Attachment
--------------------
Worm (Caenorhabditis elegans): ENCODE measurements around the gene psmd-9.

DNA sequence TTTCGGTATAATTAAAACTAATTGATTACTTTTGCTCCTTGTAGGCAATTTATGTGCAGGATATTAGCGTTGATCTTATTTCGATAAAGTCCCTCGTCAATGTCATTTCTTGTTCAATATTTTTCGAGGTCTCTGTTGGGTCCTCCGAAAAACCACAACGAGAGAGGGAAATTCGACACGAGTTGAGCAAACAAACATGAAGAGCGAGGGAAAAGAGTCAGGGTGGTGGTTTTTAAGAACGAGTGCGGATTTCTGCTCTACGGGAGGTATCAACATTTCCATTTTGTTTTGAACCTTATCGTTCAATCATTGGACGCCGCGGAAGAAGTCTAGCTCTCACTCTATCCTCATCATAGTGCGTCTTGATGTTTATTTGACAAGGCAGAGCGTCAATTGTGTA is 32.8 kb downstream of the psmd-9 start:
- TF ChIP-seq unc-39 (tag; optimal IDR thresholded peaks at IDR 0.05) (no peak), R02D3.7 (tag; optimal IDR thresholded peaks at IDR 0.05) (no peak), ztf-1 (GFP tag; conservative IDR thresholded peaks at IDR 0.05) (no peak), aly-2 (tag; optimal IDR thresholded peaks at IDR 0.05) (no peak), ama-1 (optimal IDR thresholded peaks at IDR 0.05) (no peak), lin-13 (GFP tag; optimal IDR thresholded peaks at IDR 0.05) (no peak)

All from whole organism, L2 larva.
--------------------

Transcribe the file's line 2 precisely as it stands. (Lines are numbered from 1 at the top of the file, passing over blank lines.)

DNA sequence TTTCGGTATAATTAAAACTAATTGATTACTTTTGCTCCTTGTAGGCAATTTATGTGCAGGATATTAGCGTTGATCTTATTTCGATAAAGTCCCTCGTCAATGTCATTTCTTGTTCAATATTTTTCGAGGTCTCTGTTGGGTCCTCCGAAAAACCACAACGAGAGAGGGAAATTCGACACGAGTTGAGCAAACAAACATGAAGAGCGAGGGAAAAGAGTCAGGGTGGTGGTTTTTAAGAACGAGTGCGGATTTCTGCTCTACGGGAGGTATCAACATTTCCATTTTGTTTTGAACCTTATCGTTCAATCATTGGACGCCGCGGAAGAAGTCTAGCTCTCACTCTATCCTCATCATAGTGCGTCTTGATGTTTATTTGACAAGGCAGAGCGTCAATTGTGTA is 32.8 kb downstream of the psmd-9 start: